There are interesting - and very worrying - developments concerning the Internet abroad, which may well come to the US soon. You should be concerned.
First, Facebook has just demonstrated a data-mining technology to make money off the personal details of its members. This isn't just social networking: it's a license to print money, as far as the owners of the site are concerned. I'm sure that Myspace and other social networking sites can't be far behind. According to the Sydney Morning Herald:
FACEBOOK is planning to exploit the vast amount of personal information it holds on its 150 million members by creating one of the world's largest market research databases.
In an attempt to finally cash in on the social networking site, once valued at US $15 billion, it will soon allow multinational companies to selectively target its members in order to research the appeal of new products. Companies will be able to pose questions to specially selected members based on such intimate details as whether they are single or married and even whether they are gay or straight.
The company, which has struggled to make money from advertising, has been demonstrating the benefits of its new instant polling tool to business leaders at the World Economic Forum in Davos.
Randi Zuckerberg, the global markets director of Facebook and sister of its founder, Mark Zuckerberg, said multinational companies had been bowled over by the ability to receive real-time feedback from the site's millions of users.
"I had tons of people saying 'this could be so incredible for our business'. It takes a very long time to do a focus group, and businesses often don't have the luxury of time. I think they liked the instant responses," she said.
At the conference Facebook asked a range of questions of its users before feeding the answers back to delegates within minutes. It targeted users in Palestine and then Israel with the same question about global peace, before debating the results.
Marketing experts have said the vast amount of personal information Facebook holds may be worth "untold millions" to market research companies.
Those embarrassing photographs you posted? The indiscreet revelation of a party where you drank too much? Your boasting of a one-night stand? All of them might now be grist for someone's marketing mill . . . and your privacy is toast.
The British government is considering a report with even more far-reaching implications. According to the Daily Mail:
Every home in the UK will have to pay an internet piracy tax as part of a new Government commitment to give every household broadband access by 2012.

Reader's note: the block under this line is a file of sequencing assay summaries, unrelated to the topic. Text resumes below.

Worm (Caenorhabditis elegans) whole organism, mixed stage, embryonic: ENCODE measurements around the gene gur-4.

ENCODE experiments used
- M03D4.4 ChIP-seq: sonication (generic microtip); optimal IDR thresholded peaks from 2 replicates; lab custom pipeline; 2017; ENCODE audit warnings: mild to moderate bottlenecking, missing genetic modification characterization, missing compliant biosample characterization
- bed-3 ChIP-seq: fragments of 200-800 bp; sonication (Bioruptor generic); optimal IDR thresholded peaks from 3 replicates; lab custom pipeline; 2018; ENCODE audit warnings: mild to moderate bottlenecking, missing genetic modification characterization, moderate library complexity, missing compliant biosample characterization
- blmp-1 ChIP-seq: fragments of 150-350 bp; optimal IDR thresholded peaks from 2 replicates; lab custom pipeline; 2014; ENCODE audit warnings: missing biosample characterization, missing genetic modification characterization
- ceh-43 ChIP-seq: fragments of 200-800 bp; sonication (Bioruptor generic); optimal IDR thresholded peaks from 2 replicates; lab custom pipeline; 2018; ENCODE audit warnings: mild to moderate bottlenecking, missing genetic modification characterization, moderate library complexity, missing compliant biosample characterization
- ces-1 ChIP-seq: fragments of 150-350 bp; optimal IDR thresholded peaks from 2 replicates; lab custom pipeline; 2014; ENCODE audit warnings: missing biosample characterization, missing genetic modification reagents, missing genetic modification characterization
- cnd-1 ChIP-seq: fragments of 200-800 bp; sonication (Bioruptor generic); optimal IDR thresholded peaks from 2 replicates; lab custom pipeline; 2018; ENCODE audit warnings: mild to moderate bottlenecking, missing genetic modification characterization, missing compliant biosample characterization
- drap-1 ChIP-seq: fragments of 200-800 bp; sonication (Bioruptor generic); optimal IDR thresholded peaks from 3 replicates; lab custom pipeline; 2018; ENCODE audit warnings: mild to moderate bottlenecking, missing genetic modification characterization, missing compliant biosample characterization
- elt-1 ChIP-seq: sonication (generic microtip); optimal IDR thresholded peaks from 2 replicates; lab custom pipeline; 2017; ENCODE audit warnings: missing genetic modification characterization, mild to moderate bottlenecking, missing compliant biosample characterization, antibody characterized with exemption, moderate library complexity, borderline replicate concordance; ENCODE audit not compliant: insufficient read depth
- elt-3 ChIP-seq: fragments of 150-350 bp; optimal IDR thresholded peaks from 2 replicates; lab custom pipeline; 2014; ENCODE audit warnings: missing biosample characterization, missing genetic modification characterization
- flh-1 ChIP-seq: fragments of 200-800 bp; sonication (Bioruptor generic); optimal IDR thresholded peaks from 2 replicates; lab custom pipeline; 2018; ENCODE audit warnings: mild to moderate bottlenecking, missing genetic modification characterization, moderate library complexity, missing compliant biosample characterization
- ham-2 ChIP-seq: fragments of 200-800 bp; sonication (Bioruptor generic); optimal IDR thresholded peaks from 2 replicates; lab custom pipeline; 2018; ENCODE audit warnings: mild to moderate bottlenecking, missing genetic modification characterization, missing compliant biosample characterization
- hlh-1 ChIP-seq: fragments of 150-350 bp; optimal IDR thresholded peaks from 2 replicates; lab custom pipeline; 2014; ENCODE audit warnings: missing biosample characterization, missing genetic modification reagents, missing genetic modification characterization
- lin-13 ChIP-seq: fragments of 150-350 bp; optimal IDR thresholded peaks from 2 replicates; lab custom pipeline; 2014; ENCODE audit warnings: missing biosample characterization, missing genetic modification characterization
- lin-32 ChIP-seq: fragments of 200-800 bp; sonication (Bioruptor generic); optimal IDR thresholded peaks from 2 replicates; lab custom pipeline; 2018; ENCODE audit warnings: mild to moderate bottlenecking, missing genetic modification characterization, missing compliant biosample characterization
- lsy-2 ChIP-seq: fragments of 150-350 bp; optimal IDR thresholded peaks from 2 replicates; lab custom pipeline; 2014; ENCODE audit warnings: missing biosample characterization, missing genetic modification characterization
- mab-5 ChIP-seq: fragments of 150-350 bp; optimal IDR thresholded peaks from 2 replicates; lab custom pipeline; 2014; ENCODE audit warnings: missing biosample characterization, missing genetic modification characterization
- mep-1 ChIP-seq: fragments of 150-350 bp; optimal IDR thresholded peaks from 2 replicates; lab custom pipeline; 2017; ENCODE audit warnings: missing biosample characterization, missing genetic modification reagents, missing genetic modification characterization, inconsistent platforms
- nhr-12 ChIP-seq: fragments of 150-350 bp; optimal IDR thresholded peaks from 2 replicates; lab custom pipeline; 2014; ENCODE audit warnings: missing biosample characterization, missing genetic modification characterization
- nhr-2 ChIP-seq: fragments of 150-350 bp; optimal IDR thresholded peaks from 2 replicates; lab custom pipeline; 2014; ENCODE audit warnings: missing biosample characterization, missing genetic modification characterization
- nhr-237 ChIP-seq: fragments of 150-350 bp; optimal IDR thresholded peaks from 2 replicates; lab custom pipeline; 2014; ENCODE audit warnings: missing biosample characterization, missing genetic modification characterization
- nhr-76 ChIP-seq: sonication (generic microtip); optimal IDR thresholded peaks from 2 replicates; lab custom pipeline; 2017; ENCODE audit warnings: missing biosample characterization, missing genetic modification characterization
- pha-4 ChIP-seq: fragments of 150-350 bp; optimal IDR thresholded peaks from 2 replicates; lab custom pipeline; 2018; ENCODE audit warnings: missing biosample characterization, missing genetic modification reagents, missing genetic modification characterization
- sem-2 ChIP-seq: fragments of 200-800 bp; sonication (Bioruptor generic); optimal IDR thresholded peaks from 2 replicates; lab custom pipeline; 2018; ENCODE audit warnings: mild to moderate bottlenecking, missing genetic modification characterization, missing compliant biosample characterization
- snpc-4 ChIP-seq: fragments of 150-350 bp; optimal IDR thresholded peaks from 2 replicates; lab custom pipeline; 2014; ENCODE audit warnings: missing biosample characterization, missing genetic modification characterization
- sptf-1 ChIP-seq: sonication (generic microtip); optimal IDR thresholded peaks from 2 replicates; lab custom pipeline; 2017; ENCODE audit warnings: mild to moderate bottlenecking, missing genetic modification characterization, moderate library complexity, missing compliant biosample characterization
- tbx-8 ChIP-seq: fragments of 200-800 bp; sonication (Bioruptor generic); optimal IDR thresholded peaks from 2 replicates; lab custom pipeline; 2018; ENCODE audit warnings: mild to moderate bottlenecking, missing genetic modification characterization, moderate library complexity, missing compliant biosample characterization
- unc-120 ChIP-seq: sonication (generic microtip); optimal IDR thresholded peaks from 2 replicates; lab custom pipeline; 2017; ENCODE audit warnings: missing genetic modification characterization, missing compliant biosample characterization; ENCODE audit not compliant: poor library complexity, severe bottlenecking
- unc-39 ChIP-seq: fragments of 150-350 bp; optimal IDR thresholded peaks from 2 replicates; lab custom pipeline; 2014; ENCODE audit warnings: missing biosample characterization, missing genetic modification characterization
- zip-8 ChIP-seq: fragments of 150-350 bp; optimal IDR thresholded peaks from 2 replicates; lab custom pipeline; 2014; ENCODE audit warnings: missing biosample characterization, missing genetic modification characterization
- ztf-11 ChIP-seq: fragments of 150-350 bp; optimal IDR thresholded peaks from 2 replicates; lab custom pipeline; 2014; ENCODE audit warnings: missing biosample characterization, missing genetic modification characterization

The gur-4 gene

Lord Carter's Digital Britain report suggested scrapping BT's obligation to provide fix line access and instead rolling out the new technology.
A so-called Universal Service Commitment would see everybody able to watch video online, including the BBC iPlayer, and put Britain at the vanguard of new internet technology.
The government also announced its plans to legislate around illegal internet file sharing, which would see online providers force to tell those breaking rules their conduct is unlawful.
Internet service providers will be required to collect information on serious repeat offenders and hand over details to music and film companies that own the content. They will then be subject to court orders.
As part of the clampdown the government will launch a rights agency to bring together figures in the industry to agree how to encourage and people to stop the practice.
The new rights agency would be funded via a levy - believed to be £20 [about US $29] - on internet service providers (ISPs) and the music and film industry.
Other conclusions could include a levy on broadband bills to compensate film and music companies for their losses from illegal downloads - which could total £1 billion [US $1.45 billion] over the next five years - and for Channel 4 to be pushed into a merger to ensure its future as a public service broadcaster.
Estimates suggest the cost of the universal broadband could run into hundreds of millions of pounds.
It is likely to be funded by service providers, such as BT, Sky and Virgin, as well as mobile phone operators, broadcasters and web content owners.
That raises the prospect that the BBC, which operates the popular iPlayer system to watch programmes online, could have some of the licence fee ring-fenced to help pay for the roll out.
Ministers see the communications sector as a growth industry for the country that can help boost the economy. The sector contributes £50 billion [US $72.7 billion] to the UK, and the Government believes it will be the backbone of the nation's economy in the years to come.
'Internet access is not just about entertainment,' one source said last night.
'It is also an essential tool for business and learning. There's a social case for this commitment.'
Communications Minister Lord Carter said this month that broadband 'is an enabling and transformatory service and therefore we have to look at how we universalise it'.
His final report, Digital Britain, will be published in June. It will outline plans to boost the internet and communications industries, as well as dealing with illegally copying and sharing music and films online.
So, whether or not you've ever downloaded music or video illegally, whether or not you've ever copied software over the Internet illegally, this scheme - or a similar one - would punish you by making you pay extra for your service. Can you spell 'creeping taxation'?
The owners of Web sites want to use your personal information (and anything else they can get from you) to make money. The State wants to make you pay even more money to build the infrastructure to let them do so, and punish you for the actions of the dishonest even if you're not among their number.
Is anyone else getting the feeling that the average Internet user is getting the shaft from both sides?